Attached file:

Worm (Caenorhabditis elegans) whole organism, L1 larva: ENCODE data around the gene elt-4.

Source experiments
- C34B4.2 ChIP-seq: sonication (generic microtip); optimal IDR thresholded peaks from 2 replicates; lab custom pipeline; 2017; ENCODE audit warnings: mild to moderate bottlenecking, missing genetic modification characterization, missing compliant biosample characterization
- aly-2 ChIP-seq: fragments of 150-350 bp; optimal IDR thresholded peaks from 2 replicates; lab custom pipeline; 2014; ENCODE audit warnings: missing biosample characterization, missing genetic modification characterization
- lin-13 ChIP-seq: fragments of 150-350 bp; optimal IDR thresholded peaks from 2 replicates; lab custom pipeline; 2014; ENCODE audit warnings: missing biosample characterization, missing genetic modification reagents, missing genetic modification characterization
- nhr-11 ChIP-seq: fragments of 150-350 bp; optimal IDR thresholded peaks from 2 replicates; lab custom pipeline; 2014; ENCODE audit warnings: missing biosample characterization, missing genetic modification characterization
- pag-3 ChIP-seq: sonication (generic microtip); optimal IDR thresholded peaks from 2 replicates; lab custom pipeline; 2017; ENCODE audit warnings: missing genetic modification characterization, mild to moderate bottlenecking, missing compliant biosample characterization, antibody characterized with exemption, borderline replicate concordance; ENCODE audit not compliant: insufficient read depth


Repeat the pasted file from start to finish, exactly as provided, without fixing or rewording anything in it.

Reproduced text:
Worm (Caenorhabditis elegans) whole organism, L1 larva: ENCODE data around the gene elt-4.

Source experiments
- C34B4.2 ChIP-seq: sonication (generic microtip); optimal IDR thresholded peaks from 2 replicates; lab custom pipeline; 2017; ENCODE audit warnings: mild to moderate bottlenecking, missing genetic modification characterization, missing compliant biosample characterization
- aly-2 ChIP-seq: fragments of 150-350 bp; optimal IDR thresholded peaks from 2 replicates; lab custom pipeline; 2014; ENCODE audit warnings: missing biosample characterization, missing genetic modification characterization
- lin-13 ChIP-seq: fragments of 150-350 bp; optimal IDR thresholded peaks from 2 replicates; lab custom pipeline; 2014; ENCODE audit warnings: missing biosample characterization, missing genetic modification reagents, missing genetic modification characterization
- nhr-11 ChIP-seq: fragments of 150-350 bp; optimal IDR thresholded peaks from 2 replicates; lab custom pipeline; 2014; ENCODE audit warnings: missing biosample characterization, missing genetic modification characterization
- pag-3 ChIP-seq: sonication (generic microtip); optimal IDR thresholded peaks from 2 replicates; lab custom pipeline; 2017; ENCODE audit warnings: missing genetic modification characterization, mild to moderate bottlenecking, missing compliant biosample characterization, antibody characterized with exemption, borderline replicate concordance; ENCODE audit not compliant: insufficient read depth